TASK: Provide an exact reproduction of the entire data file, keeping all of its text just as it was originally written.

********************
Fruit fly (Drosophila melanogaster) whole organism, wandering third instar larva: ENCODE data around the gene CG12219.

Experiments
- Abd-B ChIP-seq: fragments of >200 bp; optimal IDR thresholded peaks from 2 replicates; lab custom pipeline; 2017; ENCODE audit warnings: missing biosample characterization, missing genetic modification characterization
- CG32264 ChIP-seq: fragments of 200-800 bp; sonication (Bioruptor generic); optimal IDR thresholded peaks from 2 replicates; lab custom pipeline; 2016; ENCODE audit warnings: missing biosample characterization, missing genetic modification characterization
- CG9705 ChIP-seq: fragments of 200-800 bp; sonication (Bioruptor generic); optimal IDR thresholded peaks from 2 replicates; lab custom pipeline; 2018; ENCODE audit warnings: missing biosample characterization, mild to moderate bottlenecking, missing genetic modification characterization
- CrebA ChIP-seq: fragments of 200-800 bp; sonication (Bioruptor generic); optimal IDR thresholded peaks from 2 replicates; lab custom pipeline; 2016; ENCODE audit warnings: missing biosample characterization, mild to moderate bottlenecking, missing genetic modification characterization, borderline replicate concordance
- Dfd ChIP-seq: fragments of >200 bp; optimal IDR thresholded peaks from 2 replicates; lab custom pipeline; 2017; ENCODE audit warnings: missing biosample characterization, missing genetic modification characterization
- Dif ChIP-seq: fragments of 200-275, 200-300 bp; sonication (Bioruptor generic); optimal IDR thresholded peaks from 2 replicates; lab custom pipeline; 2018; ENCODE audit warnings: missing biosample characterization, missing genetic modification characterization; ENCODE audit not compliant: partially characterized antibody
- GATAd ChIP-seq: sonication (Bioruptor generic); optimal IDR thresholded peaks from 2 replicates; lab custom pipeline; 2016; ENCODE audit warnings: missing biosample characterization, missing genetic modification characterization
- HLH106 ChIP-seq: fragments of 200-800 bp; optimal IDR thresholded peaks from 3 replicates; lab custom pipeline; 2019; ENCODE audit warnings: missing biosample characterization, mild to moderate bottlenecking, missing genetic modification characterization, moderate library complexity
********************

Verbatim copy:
Fruit fly (Drosophila melanogaster) whole organism, wandering third instar larva: ENCODE data around the gene CG12219.

Experiments
- Abd-B ChIP-seq: fragments of >200 bp; optimal IDR thresholded peaks from 2 replicates; lab custom pipeline; 2017; ENCODE audit warnings: missing biosample characterization, missing genetic modification characterization
- CG32264 ChIP-seq: fragments of 200-800 bp; sonication (Bioruptor generic); optimal IDR thresholded peaks from 2 replicates; lab custom pipeline; 2016; ENCODE audit warnings: missing biosample characterization, missing genetic modification characterization
- CG9705 ChIP-seq: fragments of 200-800 bp; sonication (Bioruptor generic); optimal IDR thresholded peaks from 2 replicates; lab custom pipeline; 2018; ENCODE audit warnings: missing biosample characterization, mild to moderate bottlenecking, missing genetic modification characterization
- CrebA ChIP-seq: fragments of 200-800 bp; sonication (Bioruptor generic); optimal IDR thresholded peaks from 2 replicates; lab custom pipeline; 2016; ENCODE audit warnings: missing biosample characterization, mild to moderate bottlenecking, missing genetic modification characterization, borderline replicate concordance
- Dfd ChIP-seq: fragments of >200 bp; optimal IDR thresholded peaks from 2 replicates; lab custom pipeline; 2017; ENCODE audit warnings: missing biosample characterization, missing genetic modification characterization
- Dif ChIP-seq: fragments of 200-275, 200-300 bp; sonication (Bioruptor generic); optimal IDR thresholded peaks from 2 replicates; lab custom pipeline; 2018; ENCODE audit warnings: missing biosample characterization, missing genetic modification characterization; ENCODE audit not compliant: partially characterized antibody
- GATAd ChIP-seq: sonication (Bioruptor generic); optimal IDR thresholded peaks from 2 replicates; lab custom pipeline; 2016; ENCODE audit warnings: missing biosample characterization, missing genetic modification characterization
- HLH106 ChIP-seq: fragments of 200-800 bp; optimal IDR thresholded peaks from 3 replicates; lab custom pipeline; 2019; ENCODE audit warnings: missing biosample characterization, mild to moderate bottlenecking, missing genetic modification characterization, moderate library complexity